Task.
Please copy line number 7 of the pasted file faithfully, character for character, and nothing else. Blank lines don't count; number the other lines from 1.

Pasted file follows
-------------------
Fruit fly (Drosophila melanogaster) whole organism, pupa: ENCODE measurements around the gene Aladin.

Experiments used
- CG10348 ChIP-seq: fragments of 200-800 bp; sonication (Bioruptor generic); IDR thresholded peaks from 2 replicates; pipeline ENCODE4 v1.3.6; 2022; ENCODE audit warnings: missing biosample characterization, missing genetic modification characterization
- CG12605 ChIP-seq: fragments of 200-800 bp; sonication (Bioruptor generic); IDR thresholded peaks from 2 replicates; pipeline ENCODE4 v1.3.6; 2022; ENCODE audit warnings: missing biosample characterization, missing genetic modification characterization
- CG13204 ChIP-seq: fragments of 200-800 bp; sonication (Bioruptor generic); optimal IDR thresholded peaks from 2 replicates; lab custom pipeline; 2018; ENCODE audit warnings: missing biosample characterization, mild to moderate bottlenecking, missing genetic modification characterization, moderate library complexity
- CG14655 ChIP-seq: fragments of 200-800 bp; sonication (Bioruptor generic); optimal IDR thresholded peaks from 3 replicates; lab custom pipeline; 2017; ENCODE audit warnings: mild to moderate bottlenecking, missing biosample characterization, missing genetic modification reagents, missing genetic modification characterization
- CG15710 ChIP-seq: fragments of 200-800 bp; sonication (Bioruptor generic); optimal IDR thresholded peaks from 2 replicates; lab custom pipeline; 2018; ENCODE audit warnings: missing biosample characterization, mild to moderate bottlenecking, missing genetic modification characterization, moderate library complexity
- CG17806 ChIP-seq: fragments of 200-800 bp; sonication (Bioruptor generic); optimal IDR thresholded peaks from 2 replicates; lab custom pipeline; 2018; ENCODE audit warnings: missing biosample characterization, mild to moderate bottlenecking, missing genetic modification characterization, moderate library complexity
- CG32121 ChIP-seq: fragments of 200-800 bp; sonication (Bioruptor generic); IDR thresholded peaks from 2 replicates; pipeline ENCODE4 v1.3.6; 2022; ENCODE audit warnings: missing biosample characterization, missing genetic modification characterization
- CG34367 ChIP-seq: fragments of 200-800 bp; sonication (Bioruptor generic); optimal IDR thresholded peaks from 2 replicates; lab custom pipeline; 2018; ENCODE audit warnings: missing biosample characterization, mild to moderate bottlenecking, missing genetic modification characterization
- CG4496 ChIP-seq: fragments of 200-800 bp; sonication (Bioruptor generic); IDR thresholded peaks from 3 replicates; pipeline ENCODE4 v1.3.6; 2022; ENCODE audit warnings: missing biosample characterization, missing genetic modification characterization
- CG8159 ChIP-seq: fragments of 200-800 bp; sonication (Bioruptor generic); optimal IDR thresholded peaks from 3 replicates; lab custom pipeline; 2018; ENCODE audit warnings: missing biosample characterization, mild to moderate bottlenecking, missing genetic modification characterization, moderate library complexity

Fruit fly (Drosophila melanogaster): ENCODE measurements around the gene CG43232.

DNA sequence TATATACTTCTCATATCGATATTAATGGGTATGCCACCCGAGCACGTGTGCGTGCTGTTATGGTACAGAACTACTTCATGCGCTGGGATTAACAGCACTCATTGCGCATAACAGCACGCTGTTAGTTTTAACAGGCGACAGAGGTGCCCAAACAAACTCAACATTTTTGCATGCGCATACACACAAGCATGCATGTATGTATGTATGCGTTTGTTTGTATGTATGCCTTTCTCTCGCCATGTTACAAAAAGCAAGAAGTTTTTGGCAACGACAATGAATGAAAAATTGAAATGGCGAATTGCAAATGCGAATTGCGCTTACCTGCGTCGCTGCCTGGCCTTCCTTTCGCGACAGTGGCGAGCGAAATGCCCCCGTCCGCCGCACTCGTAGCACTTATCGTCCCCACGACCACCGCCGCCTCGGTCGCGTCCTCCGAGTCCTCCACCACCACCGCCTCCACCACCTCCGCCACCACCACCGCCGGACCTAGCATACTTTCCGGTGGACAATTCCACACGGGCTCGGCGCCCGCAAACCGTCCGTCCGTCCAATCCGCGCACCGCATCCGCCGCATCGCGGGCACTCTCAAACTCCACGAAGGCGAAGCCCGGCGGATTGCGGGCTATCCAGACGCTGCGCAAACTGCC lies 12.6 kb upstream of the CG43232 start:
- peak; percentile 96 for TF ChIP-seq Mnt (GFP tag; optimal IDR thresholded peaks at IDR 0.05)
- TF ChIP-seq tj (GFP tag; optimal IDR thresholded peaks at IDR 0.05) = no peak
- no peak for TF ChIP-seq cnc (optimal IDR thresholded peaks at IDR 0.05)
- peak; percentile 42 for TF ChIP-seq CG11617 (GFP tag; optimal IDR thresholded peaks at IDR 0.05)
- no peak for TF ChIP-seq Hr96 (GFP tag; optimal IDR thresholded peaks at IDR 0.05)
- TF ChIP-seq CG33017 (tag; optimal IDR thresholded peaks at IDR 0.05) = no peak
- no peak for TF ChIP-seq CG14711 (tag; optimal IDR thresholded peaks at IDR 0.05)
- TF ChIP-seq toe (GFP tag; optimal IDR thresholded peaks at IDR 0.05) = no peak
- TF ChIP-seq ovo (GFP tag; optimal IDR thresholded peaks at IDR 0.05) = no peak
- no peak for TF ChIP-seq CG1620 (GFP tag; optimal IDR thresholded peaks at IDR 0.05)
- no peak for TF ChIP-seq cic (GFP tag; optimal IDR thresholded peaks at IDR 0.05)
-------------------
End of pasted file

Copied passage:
- CG15710 ChIP-seq: fragments of 200-800 bp; sonication (Bioruptor generic); optimal IDR thresholded peaks from 2 replicates; lab custom pipeline; 2018; ENCODE audit warnings: missing biosample characterization, mild to moderate bottlenecking, missing genetic modification characterization, moderate library complexity